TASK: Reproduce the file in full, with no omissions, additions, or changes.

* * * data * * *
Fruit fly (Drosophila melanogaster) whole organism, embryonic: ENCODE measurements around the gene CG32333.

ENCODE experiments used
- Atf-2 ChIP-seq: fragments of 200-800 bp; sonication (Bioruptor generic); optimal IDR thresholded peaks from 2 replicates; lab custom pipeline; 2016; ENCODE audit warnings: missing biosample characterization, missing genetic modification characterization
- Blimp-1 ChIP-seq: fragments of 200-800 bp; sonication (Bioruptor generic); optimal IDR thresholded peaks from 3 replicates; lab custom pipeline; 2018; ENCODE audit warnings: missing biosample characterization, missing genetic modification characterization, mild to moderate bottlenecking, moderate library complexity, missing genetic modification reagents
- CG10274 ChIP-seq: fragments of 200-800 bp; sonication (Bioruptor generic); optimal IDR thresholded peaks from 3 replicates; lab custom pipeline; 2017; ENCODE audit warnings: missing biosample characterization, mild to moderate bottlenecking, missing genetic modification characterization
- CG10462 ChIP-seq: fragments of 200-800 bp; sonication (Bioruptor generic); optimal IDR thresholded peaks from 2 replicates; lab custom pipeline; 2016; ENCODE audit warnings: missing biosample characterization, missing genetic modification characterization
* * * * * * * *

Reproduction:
Fruit fly (Drosophila melanogaster) whole organism, embryonic: ENCODE measurements around the gene CG32333.

ENCODE experiments used
- Atf-2 ChIP-seq: fragments of 200-800 bp; sonication (Bioruptor generic); optimal IDR thresholded peaks from 2 replicates; lab custom pipeline; 2016; ENCODE audit warnings: missing biosample characterization, missing genetic modification characterization
- Blimp-1 ChIP-seq: fragments of 200-800 bp; sonication (Bioruptor generic); optimal IDR thresholded peaks from 3 replicates; lab custom pipeline; 2018; ENCODE audit warnings: missing biosample characterization, missing genetic modification characterization, mild to moderate bottlenecking, moderate library complexity, missing genetic modification reagents
- CG10274 ChIP-seq: fragments of 200-800 bp; sonication (Bioruptor generic); optimal IDR thresholded peaks from 3 replicates; lab custom pipeline; 2017; ENCODE audit warnings: missing biosample characterization, mild to moderate bottlenecking, missing genetic modification characterization
- CG10462 ChIP-seq: fragments of 200-800 bp; sonication (Bioruptor generic); optimal IDR thresholded peaks from 2 replicates; lab custom pipeline; 2016; ENCODE audit warnings: missing biosample characterization, missing genetic modification characterization